Anti-Muslim sentiment has stirred after a connection was drawn to the killings.
JERSEY CITY, N.J. (AP) -- The dirty looks and shouted slurs started in 1993 after Muslims living here helped plan the bombing that damaged the World Trade Center just across the Hudson River. They intensified after Sept. 11, 2001, when Muslim hijackers destroyed the Twin Towers.
Now a third wave of anti-Muslim sentiment is washing over New Jersey's second-largest city, sparked this time by reports that the murders of an Egyptian Christian man, his wife and two young daughters might have been carried out by Muslims angered by messages the man posted in an Internet chat room.
The strife is particularly distressing in light of efforts the area's Muslim community made to reach out to other faiths and strengthen ties after the 9/11 attacks. Imams visited churches and synagogues. Joint prayer breakfasts and open houses were held. Muslim merchants visited the homes of their Christian and Jewish counterparts, and strongly denounced the attacks.
"We've been working for three years on getting Christians together with Muslims," said Mohamed Younes, president of the American Muslim Union. "Now much of that progress is gone. It is definitely going to be set back."
The bodies of Hossam Armanious, a 47-year-old Coptic Christian, his 37-year-old wife, Amal Garas, and their daughters, Sylvia, 15, and Monica, 8, were discovered Jan. 14 in the family's home. They had been bound and gagged, and each was stabbed repeatedly in the neck and head. No arrests have been made.
Although prosecutors have stressed that robbery remains a possible motive in the case, many in this city's sizable Egyptian population believe the killings were religiously motivated.
That feeling is all too familiar for people like Ahmed Shedeed, director of the Islamic Center of Jersey City.
"We Muslims living in America are getting sick of this crap," he said. "Why should we have to apologize for or make a defense of something we had nothing to do with? There is no proof at all that Muslims had anything to do with this, yet we are taking the blame again. Is Islam on trial, or is a killer on trial?"
After the killings, Muslims tried anew to mend fences, but the results were mixed, at best. Several attended the family's funeral, but a New York cleric was escorted out of the church hall as a precaution after a heckler shouted at him. Mourners engaged in several scuffles before and after the funeral, including one in which about 35 people pushed, shoved and traded punches in the street while others yelled anti-Islam slogans.
A few days later, Muslim leaders called a news conference to try to calm religious tensions, but Coptic leaders who were invited did not attend, citing a religious holiday, the Feast of the Epiphany celebrating Jesus' baptism. A similar interfaith event planned for this Sunday, which had been in the works for months, was postponed because of the snowstorm heading for the area.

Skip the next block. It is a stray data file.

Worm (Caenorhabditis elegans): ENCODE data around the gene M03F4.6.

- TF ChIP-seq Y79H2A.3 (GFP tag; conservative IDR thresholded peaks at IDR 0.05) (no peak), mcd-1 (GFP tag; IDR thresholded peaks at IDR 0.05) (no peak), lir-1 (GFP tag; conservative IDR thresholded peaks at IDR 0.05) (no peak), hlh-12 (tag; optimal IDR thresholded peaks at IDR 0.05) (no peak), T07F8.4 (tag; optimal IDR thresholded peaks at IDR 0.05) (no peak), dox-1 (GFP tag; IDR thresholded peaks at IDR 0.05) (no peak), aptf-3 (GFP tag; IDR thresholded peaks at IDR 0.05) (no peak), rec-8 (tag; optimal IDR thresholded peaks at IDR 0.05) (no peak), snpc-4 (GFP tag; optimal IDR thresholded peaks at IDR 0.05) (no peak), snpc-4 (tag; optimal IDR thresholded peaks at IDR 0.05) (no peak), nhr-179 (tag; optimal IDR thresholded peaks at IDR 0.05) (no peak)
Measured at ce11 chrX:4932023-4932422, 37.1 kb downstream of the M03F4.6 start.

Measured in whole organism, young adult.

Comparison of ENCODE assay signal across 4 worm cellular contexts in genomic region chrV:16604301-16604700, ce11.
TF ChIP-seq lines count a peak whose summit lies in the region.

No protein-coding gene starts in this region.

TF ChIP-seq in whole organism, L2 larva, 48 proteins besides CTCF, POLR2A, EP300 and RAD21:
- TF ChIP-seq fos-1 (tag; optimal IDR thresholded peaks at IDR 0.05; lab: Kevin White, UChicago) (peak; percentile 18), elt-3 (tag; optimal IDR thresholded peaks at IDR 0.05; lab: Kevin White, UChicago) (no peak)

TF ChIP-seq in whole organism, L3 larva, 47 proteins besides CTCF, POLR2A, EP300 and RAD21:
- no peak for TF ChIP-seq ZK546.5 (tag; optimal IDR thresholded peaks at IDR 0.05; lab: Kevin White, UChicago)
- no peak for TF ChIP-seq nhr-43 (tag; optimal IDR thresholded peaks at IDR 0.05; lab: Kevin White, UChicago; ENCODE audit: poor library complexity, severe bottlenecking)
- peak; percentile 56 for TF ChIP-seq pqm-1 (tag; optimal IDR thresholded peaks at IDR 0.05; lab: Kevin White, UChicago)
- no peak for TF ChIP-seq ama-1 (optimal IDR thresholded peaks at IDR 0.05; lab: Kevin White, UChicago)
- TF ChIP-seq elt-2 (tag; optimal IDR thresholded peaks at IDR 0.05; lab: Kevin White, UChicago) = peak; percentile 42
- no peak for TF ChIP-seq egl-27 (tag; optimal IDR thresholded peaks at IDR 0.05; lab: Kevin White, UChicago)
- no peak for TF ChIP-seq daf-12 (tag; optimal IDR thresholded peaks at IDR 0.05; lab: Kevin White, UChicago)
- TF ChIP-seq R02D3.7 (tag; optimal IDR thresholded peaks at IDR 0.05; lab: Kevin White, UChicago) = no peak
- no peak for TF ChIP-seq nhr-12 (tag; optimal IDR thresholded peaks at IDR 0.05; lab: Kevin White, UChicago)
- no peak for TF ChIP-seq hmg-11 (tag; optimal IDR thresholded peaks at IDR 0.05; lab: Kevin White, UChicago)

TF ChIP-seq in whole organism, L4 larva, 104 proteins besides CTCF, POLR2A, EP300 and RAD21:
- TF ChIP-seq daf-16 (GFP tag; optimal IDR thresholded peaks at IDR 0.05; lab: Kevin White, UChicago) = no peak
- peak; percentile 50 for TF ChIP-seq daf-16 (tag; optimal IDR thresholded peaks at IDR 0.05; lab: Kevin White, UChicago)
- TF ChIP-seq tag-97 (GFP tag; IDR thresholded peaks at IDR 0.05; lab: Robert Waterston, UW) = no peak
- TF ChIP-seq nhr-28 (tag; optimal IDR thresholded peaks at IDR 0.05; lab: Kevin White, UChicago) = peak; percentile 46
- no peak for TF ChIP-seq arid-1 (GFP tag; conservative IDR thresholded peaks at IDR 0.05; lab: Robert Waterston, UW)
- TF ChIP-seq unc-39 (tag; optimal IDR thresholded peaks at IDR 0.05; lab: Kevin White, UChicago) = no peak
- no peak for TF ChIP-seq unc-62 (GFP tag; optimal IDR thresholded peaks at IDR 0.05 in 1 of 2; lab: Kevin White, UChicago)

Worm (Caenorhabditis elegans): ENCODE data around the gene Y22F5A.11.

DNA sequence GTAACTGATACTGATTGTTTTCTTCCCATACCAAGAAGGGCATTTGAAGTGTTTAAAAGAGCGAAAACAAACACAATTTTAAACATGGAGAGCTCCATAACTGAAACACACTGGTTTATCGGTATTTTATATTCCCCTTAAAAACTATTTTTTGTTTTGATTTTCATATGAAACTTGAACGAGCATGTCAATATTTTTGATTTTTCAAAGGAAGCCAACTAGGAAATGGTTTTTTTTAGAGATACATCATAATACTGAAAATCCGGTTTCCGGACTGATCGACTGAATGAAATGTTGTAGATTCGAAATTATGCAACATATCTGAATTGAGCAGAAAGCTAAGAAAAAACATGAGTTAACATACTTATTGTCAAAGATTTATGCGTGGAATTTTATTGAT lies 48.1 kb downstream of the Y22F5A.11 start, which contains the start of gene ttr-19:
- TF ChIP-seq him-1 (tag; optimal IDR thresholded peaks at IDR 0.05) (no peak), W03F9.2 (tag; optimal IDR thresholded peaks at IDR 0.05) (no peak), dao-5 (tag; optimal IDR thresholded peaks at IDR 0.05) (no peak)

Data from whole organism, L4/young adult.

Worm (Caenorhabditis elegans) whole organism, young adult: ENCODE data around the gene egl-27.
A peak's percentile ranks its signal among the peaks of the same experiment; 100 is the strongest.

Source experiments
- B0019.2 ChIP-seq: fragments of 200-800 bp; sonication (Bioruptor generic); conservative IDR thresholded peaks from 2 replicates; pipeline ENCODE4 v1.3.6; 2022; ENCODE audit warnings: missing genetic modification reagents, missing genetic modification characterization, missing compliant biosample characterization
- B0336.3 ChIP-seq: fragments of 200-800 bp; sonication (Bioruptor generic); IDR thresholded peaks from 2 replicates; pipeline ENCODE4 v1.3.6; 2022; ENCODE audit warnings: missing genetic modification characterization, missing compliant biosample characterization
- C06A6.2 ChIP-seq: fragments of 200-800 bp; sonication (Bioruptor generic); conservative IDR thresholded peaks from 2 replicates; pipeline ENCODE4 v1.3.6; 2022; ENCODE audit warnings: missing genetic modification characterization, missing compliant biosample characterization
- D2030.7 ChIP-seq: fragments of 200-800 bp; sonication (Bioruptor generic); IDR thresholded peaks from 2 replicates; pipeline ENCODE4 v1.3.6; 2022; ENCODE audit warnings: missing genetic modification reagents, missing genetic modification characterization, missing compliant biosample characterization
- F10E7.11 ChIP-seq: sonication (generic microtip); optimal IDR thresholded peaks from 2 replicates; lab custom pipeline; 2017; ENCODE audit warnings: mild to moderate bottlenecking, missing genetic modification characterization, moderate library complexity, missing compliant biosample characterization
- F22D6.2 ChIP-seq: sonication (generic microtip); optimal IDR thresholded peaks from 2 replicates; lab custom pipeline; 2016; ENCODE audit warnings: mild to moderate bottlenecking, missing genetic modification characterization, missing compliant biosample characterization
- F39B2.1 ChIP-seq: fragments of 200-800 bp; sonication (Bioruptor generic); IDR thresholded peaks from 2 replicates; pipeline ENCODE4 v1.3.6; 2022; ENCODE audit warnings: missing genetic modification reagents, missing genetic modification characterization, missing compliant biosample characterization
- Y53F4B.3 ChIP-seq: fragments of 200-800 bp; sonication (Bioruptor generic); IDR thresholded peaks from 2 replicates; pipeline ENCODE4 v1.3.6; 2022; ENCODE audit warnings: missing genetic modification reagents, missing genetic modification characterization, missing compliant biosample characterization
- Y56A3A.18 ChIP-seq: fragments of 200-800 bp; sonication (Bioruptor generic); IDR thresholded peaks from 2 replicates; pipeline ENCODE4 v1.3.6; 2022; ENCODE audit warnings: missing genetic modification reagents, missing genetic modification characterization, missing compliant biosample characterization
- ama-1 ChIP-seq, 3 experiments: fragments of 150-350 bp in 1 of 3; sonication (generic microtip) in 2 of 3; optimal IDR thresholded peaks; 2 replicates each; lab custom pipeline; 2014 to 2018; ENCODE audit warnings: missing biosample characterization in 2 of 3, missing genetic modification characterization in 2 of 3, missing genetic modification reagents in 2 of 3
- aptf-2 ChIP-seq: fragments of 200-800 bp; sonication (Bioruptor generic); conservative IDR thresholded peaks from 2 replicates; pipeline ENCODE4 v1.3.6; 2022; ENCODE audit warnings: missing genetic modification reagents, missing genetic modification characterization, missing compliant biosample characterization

The killings have spread fear among Coptic Christians far beyond Jersey City. Relatives of the Armanious family in Egypt blamed violence and weak interpersonal relationships in American society for the killings. Members of the St. Abraam's Coptic Orthodox Church in Woodbury, N.Y., said the killings appeared to be "a religiously motivated hate crime against Coptic Christians."
"A lot of families are feeling the fear and terror that comes along with something like this," said Maged Riad, a church member. "They got them in their home in the middle of the night. People want to know they can be safe in their own homes."
Many Coptics complain of discrimination in Egypt, where violence between the two communities has flared sporadically in recent years. Coptic Christians comprise less than 6 percent of Egypt's population. The church is part of the family of the Oriental Orthodox Churches of Syria, Ethiopia and Armenia. Orthodox Christians and Roman Catholics split in 1054 over the authority of the pope.
At St. George & amp; St. Shenouda Coptic Orthodox Church in Jersey City, where the Armanious family was active, the Rev. David Bebawy urged restraint and said he was troubled by the heated rhetoric that followed the slayings.
"We are waiting to see what the result of the investigation is," he said. "It's too early to blame anyone."
Suzanne Loutfy, a Muslim leader of the Egyptian-American Group, asked people not to blame Islam if the killers are found to be Muslim.
"People are so willing to condemn an entire religion," she said. "That's what the big problem is. People commit crimes; religions don't. I hope we can be intelligent enough to separate those two."